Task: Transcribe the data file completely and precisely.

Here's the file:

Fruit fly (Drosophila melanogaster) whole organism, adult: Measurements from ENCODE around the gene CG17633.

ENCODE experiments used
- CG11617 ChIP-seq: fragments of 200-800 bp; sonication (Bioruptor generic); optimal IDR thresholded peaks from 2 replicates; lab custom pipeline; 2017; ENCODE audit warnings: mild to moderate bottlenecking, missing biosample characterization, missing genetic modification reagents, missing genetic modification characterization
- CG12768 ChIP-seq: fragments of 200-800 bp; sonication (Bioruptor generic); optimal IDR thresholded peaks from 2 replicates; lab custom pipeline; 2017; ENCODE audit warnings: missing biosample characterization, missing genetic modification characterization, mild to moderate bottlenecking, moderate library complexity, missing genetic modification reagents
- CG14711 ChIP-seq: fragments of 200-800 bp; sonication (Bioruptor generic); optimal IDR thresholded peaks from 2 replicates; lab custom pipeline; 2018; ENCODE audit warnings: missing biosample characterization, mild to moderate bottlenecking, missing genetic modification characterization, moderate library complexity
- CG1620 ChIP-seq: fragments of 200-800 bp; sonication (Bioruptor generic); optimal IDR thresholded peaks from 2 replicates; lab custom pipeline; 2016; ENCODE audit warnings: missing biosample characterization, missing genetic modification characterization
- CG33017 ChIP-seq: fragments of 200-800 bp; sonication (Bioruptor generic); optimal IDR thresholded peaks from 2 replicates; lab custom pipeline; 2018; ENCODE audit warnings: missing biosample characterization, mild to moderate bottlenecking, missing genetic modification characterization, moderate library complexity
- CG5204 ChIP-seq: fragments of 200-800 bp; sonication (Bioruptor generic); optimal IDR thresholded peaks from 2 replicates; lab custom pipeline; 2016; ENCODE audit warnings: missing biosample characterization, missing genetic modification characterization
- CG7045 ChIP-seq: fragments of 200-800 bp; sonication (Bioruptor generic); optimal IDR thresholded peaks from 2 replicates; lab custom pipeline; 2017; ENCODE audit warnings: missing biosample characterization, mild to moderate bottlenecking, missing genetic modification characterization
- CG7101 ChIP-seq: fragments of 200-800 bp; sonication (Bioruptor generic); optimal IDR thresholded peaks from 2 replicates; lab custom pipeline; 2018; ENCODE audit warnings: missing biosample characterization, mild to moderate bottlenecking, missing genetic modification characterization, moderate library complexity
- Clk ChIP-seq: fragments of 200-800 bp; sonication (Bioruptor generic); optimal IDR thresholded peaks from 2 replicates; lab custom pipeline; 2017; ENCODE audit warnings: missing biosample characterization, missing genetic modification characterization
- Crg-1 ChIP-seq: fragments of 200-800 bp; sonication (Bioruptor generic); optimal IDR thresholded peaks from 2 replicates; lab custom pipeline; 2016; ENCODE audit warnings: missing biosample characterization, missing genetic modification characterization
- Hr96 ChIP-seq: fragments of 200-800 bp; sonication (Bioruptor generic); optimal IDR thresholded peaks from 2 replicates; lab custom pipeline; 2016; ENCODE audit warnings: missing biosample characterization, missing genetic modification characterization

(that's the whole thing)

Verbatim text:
Fruit fly (Drosophila melanogaster) whole organism, adult: Measurements from ENCODE around the gene CG17633.

ENCODE experiments used
- CG11617 ChIP-seq: fragments of 200-800 bp; sonication (Bioruptor generic); optimal IDR thresholded peaks from 2 replicates; lab custom pipeline; 2017; ENCODE audit warnings: mild to moderate bottlenecking, missing biosample characterization, missing genetic modification reagents, missing genetic modification characterization
- CG12768 ChIP-seq: fragments of 200-800 bp; sonication (Bioruptor generic); optimal IDR thresholded peaks from 2 replicates; lab custom pipeline; 2017; ENCODE audit warnings: missing biosample characterization, missing genetic modification characterization, mild to moderate bottlenecking, moderate library complexity, missing genetic modification reagents
- CG14711 ChIP-seq: fragments of 200-800 bp; sonication (Bioruptor generic); optimal IDR thresholded peaks from 2 replicates; lab custom pipeline; 2018; ENCODE audit warnings: missing biosample characterization, mild to moderate bottlenecking, missing genetic modification characterization, moderate library complexity
- CG1620 ChIP-seq: fragments of 200-800 bp; sonication (Bioruptor generic); optimal IDR thresholded peaks from 2 replicates; lab custom pipeline; 2016; ENCODE audit warnings: missing biosample characterization, missing genetic modification characterization
- CG33017 ChIP-seq: fragments of 200-800 bp; sonication (Bioruptor generic); optimal IDR thresholded peaks from 2 replicates; lab custom pipeline; 2018; ENCODE audit warnings: missing biosample characterization, mild to moderate bottlenecking, missing genetic modification characterization, moderate library complexity
- CG5204 ChIP-seq: fragments of 200-800 bp; sonication (Bioruptor generic); optimal IDR thresholded peaks from 2 replicates; lab custom pipeline; 2016; ENCODE audit warnings: missing biosample characterization, missing genetic modification characterization
- CG7045 ChIP-seq: fragments of 200-800 bp; sonication (Bioruptor generic); optimal IDR thresholded peaks from 2 replicates; lab custom pipeline; 2017; ENCODE audit warnings: missing biosample characterization, mild to moderate bottlenecking, missing genetic modification characterization
- CG7101 ChIP-seq: fragments of 200-800 bp; sonication (Bioruptor generic); optimal IDR thresholded peaks from 2 replicates; lab custom pipeline; 2018; ENCODE audit warnings: missing biosample characterization, mild to moderate bottlenecking, missing genetic modification characterization, moderate library complexity
- Clk ChIP-seq: fragments of 200-800 bp; sonication (Bioruptor generic); optimal IDR thresholded peaks from 2 replicates; lab custom pipeline; 2017; ENCODE audit warnings: missing biosample characterization, missing genetic modification characterization
- Crg-1 ChIP-seq: fragments of 200-800 bp; sonication (Bioruptor generic); optimal IDR thresholded peaks from 2 replicates; lab custom pipeline; 2016; ENCODE audit warnings: missing biosample characterization, missing genetic modification characterization
- Hr96 ChIP-seq: fragments of 200-800 bp; sonication (Bioruptor generic); optimal IDR thresholded peaks from 2 replicates; lab custom pipeline; 2016; ENCODE audit warnings: missing biosample characterization, missing genetic modification characterization